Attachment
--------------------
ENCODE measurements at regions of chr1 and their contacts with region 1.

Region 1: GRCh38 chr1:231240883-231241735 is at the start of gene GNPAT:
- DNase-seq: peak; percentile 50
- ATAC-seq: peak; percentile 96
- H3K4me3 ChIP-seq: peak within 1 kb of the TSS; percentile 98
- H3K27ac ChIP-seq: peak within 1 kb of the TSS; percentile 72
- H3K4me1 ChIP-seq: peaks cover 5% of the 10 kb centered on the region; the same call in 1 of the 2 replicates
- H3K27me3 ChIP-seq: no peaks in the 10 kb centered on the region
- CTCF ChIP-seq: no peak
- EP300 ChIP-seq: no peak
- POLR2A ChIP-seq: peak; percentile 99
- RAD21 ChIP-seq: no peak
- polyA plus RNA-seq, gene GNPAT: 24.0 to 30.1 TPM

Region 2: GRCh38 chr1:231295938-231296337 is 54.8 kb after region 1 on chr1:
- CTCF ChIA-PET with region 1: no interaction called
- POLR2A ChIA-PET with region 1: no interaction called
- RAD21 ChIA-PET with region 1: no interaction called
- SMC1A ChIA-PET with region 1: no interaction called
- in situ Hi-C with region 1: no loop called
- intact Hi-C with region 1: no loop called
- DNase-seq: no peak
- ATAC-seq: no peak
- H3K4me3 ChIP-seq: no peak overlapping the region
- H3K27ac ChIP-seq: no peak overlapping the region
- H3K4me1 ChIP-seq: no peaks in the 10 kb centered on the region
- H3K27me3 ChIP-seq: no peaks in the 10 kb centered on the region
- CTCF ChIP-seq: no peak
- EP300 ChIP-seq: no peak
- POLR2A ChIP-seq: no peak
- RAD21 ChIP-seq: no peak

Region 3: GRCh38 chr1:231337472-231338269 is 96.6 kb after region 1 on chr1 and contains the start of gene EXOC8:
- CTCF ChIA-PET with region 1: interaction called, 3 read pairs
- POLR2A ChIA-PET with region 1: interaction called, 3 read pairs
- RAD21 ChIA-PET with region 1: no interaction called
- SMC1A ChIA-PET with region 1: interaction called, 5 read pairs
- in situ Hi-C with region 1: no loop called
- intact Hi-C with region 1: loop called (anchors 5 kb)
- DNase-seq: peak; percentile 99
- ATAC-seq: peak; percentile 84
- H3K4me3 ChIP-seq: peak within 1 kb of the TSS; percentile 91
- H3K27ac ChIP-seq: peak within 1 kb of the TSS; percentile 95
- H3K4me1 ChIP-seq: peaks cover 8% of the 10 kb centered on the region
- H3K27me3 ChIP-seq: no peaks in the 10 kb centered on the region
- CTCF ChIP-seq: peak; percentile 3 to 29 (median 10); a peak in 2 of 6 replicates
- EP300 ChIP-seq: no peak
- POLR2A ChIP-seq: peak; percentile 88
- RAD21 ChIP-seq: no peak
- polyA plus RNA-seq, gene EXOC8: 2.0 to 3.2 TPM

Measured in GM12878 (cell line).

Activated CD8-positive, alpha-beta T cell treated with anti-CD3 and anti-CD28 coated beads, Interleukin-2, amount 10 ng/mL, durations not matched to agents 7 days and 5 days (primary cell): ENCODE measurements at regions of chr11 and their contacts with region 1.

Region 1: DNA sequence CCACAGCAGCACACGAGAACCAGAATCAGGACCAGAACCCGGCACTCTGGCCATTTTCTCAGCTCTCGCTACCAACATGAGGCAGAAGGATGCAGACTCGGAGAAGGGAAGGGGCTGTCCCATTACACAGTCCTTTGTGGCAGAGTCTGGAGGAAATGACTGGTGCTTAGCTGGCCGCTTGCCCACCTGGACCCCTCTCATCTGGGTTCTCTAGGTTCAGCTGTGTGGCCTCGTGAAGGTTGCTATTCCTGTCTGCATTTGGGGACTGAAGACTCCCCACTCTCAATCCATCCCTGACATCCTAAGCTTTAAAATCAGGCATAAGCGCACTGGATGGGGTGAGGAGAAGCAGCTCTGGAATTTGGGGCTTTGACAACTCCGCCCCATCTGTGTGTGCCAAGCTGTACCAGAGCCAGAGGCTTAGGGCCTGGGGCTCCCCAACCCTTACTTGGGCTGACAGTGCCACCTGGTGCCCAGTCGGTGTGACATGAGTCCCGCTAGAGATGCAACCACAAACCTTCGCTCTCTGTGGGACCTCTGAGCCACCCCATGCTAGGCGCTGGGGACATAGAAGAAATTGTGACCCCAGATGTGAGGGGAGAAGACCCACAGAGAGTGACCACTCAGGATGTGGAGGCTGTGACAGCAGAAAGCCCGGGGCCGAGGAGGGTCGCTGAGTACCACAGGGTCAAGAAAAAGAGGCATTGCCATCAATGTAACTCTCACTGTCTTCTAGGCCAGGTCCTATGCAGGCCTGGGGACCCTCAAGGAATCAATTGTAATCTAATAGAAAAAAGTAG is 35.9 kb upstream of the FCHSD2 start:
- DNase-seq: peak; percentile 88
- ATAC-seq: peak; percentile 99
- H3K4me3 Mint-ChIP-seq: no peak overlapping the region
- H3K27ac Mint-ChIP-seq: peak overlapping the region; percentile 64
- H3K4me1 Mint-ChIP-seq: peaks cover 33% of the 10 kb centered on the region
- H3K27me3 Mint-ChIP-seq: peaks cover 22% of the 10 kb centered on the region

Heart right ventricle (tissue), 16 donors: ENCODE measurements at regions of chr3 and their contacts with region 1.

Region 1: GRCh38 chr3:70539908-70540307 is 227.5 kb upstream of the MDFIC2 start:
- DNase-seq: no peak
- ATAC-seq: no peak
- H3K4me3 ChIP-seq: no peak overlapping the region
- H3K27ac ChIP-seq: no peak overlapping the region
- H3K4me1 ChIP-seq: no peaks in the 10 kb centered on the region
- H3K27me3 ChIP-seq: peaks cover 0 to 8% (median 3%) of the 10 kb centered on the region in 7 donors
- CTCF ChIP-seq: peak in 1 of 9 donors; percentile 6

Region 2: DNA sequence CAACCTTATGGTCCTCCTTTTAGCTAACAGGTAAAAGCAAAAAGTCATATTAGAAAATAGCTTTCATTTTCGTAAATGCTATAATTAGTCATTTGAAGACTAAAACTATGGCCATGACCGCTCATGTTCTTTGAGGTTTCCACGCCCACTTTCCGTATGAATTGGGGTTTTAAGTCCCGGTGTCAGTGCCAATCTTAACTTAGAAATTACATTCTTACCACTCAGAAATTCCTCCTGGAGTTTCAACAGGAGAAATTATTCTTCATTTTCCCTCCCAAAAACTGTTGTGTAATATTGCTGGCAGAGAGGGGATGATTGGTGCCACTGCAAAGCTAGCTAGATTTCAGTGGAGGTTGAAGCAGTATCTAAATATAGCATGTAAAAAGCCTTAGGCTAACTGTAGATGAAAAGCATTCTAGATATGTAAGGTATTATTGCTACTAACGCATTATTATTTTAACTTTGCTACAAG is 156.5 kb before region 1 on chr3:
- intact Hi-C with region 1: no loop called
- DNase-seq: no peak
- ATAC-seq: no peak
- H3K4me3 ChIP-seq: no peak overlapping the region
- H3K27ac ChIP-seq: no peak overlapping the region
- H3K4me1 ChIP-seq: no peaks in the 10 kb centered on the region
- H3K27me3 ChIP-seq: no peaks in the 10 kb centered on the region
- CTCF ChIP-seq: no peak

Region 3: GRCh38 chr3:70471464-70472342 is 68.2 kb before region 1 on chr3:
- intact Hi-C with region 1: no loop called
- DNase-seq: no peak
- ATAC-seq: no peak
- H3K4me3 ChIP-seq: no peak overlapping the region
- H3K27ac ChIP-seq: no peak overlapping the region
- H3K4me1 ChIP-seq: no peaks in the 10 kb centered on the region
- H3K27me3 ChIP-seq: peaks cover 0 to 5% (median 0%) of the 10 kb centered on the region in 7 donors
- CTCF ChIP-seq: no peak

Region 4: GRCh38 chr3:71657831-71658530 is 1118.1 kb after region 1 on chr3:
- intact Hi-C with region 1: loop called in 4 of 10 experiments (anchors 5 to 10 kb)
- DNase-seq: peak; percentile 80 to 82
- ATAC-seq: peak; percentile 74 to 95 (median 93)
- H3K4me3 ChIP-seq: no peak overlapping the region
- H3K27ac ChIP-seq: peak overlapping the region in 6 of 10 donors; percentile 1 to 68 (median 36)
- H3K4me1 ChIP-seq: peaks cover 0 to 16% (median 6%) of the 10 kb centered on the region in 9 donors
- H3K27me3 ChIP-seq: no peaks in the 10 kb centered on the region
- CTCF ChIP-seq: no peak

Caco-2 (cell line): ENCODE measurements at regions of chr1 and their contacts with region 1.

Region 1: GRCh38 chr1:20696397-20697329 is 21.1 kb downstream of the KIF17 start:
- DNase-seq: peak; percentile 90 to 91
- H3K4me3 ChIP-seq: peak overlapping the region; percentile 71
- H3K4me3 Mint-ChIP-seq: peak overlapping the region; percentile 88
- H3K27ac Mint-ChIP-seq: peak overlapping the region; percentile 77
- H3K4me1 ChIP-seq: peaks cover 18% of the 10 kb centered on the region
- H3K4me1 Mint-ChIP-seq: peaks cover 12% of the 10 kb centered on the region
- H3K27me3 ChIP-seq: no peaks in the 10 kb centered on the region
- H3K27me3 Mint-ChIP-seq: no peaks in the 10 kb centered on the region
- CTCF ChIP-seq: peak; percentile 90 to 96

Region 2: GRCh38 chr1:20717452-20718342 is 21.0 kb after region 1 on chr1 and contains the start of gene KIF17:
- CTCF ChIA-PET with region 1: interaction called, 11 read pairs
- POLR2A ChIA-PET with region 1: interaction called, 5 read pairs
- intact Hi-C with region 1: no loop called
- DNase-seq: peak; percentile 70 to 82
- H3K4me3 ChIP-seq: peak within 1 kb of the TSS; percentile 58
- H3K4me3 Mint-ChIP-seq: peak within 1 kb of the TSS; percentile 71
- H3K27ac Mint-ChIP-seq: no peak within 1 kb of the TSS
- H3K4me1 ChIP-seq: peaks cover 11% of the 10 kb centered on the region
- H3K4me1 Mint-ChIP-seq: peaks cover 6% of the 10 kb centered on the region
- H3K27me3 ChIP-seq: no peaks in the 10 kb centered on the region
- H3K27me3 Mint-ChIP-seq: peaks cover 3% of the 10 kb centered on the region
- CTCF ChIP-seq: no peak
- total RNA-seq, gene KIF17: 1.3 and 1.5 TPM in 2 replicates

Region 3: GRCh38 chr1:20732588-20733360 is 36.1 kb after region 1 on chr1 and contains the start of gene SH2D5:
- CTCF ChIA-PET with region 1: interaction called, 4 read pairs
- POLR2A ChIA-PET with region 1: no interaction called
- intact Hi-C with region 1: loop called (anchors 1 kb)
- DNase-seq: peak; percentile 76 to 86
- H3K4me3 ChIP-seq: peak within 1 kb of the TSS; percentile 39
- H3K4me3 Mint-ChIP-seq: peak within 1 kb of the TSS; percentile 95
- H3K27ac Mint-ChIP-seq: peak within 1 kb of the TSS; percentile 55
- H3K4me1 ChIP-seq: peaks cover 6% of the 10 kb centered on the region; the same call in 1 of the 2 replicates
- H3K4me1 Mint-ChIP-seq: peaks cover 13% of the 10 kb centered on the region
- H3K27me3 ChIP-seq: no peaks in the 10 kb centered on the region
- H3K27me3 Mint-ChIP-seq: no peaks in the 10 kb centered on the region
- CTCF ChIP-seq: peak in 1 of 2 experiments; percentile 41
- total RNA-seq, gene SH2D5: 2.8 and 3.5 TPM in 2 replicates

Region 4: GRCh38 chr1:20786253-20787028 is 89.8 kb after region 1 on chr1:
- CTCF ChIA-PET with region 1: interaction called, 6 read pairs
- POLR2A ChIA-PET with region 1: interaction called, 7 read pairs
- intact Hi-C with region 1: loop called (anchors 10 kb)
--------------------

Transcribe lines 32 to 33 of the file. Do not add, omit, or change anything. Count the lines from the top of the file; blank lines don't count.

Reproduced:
- CTCF ChIA-PET with region 1: interaction called, 3 read pairs
- POLR2A ChIA-PET with region 1: interaction called, 3 read pairs